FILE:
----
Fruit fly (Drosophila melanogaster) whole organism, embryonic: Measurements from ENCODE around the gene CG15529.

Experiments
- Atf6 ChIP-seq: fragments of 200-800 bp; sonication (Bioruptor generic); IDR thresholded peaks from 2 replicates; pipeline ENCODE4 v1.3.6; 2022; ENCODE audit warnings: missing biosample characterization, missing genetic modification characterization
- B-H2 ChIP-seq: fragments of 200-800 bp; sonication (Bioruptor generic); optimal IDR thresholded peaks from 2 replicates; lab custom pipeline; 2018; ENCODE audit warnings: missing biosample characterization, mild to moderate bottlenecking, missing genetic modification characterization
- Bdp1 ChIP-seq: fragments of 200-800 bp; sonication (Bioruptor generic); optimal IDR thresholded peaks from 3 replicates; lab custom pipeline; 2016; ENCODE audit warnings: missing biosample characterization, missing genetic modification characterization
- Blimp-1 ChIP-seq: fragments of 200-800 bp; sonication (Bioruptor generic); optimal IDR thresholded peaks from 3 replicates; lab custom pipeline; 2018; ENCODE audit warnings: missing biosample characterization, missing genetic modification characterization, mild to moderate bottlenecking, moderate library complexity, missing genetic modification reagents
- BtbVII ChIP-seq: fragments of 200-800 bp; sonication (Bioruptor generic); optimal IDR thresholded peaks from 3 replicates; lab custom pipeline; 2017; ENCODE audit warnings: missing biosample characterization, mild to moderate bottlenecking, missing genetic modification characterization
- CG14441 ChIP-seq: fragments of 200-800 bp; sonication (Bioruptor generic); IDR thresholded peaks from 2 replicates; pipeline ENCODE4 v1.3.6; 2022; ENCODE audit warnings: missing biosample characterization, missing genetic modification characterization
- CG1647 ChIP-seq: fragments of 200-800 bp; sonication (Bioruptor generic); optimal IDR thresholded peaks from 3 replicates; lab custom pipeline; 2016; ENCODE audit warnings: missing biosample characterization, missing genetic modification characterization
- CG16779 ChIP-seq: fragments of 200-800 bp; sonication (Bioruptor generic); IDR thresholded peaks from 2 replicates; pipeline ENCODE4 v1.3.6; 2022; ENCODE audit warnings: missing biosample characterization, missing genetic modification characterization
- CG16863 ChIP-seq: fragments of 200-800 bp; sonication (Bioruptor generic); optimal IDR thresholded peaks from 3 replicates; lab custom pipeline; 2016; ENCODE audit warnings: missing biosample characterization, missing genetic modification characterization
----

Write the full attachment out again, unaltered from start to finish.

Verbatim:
Fruit fly (Drosophila melanogaster) whole organism, embryonic: Measurements from ENCODE around the gene CG15529.

Experiments
- Atf6 ChIP-seq: fragments of 200-800 bp; sonication (Bioruptor generic); IDR thresholded peaks from 2 replicates; pipeline ENCODE4 v1.3.6; 2022; ENCODE audit warnings: missing biosample characterization, missing genetic modification characterization
- B-H2 ChIP-seq: fragments of 200-800 bp; sonication (Bioruptor generic); optimal IDR thresholded peaks from 2 replicates; lab custom pipeline; 2018; ENCODE audit warnings: missing biosample characterization, mild to moderate bottlenecking, missing genetic modification characterization
- Bdp1 ChIP-seq: fragments of 200-800 bp; sonication (Bioruptor generic); optimal IDR thresholded peaks from 3 replicates; lab custom pipeline; 2016; ENCODE audit warnings: missing biosample characterization, missing genetic modification characterization
- Blimp-1 ChIP-seq: fragments of 200-800 bp; sonication (Bioruptor generic); optimal IDR thresholded peaks from 3 replicates; lab custom pipeline; 2018; ENCODE audit warnings: missing biosample characterization, missing genetic modification characterization, mild to moderate bottlenecking, moderate library complexity, missing genetic modification reagents
- BtbVII ChIP-seq: fragments of 200-800 bp; sonication (Bioruptor generic); optimal IDR thresholded peaks from 3 replicates; lab custom pipeline; 2017; ENCODE audit warnings: missing biosample characterization, mild to moderate bottlenecking, missing genetic modification characterization
- CG14441 ChIP-seq: fragments of 200-800 bp; sonication (Bioruptor generic); IDR thresholded peaks from 2 replicates; pipeline ENCODE4 v1.3.6; 2022; ENCODE audit warnings: missing biosample characterization, missing genetic modification characterization
- CG1647 ChIP-seq: fragments of 200-800 bp; sonication (Bioruptor generic); optimal IDR thresholded peaks from 3 replicates; lab custom pipeline; 2016; ENCODE audit warnings: missing biosample characterization, missing genetic modification characterization
- CG16779 ChIP-seq: fragments of 200-800 bp; sonication (Bioruptor generic); IDR thresholded peaks from 2 replicates; pipeline ENCODE4 v1.3.6; 2022; ENCODE audit warnings: missing biosample characterization, missing genetic modification characterization
- CG16863 ChIP-seq: fragments of 200-800 bp; sonication (Bioruptor generic); optimal IDR thresholded peaks from 3 replicates; lab custom pipeline; 2016; ENCODE audit warnings: missing biosample characterization, missing genetic modification characterization